1 Department of Clinical Medicine, Department of Clinical Medicine, Faculty of Health and Medical Sciences, Københavns Universitet2 unknown3 Department of Clinical Medicine, Department of Clinical Medicine, Faculty of Health and Medical Sciences, Københavns Universitet
BACKGROUND: Atrial natriuretic peptide (ANP) is released from the atria (on cleavage of proANP) in response to elevated intra-atrial pressure and wall stretch. Clinical data on proANP are still limited, mainly due to limitations in assaying the protein, which recently have been solved. ProANP is elevated in cardiovascular disease and predicts outcome in heart failure. However, knowledge of the prognostic value in acute myocardial infarction remains limited. METHODS: We prospectively included 680 patients with STEMI treated with primary-PCI, from September 2006 to December 2008. Blood samples were drawn immediately before PCI. Plasma MR-proANP was measured using an automated processing assay. Endpoints were all-cause mortality (n = 137) and the combined endpoint (n = 170) of major adverse cardiovascular events (MACE) defined as cardiovascular mortality and admission due to recurrent MI, ischaemic stroke or heart failure. RESULTS: During 5-year follow-up, MR-proANP was associated with increased risk of all-cause mortality and MACE (both p < 0.001). After adjustment for confounding risk factors (age, gender, hypertension, diabetes, hypercholesterolaemia, smoking, previous MI, BMI, eGFR, CRP, peak-TnI, symptom-to-balloon time, multivessel disease, complex lesion, LAD-lesion and use of glycoprotein inhibitor), MR-proANP remained an independent predictor of all-cause mortality and MACE - hazard ratio: 1.68 (95% CI 1.35-2.10; p < 0.001) and 1.68 (95% CI 1.39-2.03; p < 0.001) per standard deviation increase in MR-proANP. MR-proANP significantly increased C-statistics and reclassified 26% of the patients for all-cause mortality and 34% for MACE into higher or lower risk categories, matching actual event rates more accurately. CONCLUSIONS: Plasma MR-proANP independently predicts all-cause mortality and MACE in patients with STEMI.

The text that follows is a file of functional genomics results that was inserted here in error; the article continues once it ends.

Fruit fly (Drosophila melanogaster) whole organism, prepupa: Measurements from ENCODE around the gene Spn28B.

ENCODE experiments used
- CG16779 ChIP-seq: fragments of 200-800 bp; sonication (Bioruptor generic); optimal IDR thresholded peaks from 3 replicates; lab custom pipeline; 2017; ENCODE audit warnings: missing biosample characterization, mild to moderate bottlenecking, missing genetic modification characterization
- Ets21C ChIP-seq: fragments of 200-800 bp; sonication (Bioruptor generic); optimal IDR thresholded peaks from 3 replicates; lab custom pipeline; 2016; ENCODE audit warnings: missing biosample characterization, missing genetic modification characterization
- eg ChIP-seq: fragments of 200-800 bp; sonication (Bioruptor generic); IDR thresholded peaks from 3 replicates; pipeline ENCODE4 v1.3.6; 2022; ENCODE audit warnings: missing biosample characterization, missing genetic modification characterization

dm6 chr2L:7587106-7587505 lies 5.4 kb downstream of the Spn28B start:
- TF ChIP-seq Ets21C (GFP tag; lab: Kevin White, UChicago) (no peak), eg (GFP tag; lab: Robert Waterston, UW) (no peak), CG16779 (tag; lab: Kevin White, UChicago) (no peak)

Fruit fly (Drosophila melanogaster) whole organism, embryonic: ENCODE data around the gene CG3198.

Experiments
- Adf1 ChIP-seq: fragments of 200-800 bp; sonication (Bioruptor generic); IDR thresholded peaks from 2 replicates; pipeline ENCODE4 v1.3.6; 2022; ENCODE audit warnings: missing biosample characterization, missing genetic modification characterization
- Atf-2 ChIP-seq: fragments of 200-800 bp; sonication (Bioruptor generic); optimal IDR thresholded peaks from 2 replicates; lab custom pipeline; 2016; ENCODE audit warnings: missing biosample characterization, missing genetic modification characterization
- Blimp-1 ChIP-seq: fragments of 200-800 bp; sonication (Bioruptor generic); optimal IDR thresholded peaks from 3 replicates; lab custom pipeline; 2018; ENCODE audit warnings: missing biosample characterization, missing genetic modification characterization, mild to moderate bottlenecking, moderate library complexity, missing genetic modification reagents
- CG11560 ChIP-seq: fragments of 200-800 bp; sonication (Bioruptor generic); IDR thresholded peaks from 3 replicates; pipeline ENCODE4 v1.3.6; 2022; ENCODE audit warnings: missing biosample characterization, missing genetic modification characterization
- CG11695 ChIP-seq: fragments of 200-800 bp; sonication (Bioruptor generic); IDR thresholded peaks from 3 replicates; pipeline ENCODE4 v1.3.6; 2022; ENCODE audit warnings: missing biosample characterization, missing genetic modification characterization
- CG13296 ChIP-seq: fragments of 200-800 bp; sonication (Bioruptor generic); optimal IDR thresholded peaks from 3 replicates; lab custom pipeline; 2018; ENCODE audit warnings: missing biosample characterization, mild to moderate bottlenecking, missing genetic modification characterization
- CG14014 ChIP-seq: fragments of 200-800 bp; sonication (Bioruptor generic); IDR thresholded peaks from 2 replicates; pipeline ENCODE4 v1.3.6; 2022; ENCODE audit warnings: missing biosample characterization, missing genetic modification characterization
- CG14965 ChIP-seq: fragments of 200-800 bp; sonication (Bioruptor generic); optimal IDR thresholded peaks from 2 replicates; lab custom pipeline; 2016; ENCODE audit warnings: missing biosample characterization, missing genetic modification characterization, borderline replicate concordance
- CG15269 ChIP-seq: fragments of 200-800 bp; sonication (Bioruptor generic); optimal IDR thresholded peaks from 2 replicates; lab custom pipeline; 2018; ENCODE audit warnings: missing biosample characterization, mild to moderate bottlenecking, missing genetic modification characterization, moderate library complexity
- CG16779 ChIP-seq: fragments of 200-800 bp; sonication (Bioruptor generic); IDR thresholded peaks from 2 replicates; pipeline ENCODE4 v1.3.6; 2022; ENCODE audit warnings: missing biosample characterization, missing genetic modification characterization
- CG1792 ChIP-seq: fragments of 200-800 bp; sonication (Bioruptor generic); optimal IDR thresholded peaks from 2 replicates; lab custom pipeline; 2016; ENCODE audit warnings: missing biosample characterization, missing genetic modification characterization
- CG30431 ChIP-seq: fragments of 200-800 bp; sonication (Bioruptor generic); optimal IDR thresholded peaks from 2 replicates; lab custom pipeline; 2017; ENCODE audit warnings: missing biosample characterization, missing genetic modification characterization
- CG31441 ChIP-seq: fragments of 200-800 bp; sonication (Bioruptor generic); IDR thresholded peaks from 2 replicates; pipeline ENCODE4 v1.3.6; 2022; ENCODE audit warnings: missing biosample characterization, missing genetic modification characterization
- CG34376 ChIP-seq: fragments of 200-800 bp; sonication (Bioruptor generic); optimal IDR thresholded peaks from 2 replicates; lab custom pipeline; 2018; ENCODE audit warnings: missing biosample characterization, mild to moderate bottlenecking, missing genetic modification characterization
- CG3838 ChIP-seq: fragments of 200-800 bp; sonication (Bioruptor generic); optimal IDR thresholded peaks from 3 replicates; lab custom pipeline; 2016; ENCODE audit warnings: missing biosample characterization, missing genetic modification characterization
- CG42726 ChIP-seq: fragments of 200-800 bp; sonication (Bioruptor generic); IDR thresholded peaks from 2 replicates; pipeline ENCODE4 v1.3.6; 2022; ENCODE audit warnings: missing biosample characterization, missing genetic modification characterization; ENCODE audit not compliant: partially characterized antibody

European Journal of Preventive Cardiology, 2015, Vol 22, Issue 6, p. 693-700